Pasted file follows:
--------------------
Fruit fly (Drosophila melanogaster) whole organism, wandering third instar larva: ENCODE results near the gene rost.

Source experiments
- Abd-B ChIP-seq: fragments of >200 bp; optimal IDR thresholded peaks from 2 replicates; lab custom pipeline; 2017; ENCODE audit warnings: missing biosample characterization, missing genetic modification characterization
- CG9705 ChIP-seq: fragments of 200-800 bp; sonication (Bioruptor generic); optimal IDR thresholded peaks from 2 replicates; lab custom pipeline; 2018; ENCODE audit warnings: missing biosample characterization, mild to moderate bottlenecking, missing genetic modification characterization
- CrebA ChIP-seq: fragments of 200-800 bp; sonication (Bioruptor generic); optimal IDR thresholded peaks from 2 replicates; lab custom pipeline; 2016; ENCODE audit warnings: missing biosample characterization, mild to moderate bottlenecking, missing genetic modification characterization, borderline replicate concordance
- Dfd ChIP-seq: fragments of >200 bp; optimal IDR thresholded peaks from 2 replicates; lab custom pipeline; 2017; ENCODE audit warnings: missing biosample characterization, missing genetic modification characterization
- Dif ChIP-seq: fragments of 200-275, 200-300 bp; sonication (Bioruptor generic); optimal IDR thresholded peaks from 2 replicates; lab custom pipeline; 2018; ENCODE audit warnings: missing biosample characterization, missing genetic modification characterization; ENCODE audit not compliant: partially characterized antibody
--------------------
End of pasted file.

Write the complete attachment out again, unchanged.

Fruit fly (Drosophila melanogaster) whole organism, wandering third instar larva: ENCODE results near the gene rost.

Source experiments
- Abd-B ChIP-seq: fragments of >200 bp; optimal IDR thresholded peaks from 2 replicates; lab custom pipeline; 2017; ENCODE audit warnings: missing biosample characterization, missing genetic modification characterization
- CG9705 ChIP-seq: fragments of 200-800 bp; sonication (Bioruptor generic); optimal IDR thresholded peaks from 2 replicates; lab custom pipeline; 2018; ENCODE audit warnings: missing biosample characterization, mild to moderate bottlenecking, missing genetic modification characterization
- CrebA ChIP-seq: fragments of 200-800 bp; sonication (Bioruptor generic); optimal IDR thresholded peaks from 2 replicates; lab custom pipeline; 2016; ENCODE audit warnings: missing biosample characterization, mild to moderate bottlenecking, missing genetic modification characterization, borderline replicate concordance
- Dfd ChIP-seq: fragments of >200 bp; optimal IDR thresholded peaks from 2 replicates; lab custom pipeline; 2017; ENCODE audit warnings: missing biosample characterization, missing genetic modification characterization
- Dif ChIP-seq: fragments of 200-275, 200-300 bp; sonication (Bioruptor generic); optimal IDR thresholded peaks from 2 replicates; lab custom pipeline; 2018; ENCODE audit warnings: missing biosample characterization, missing genetic modification characterization; ENCODE audit not compliant: partially characterized antibody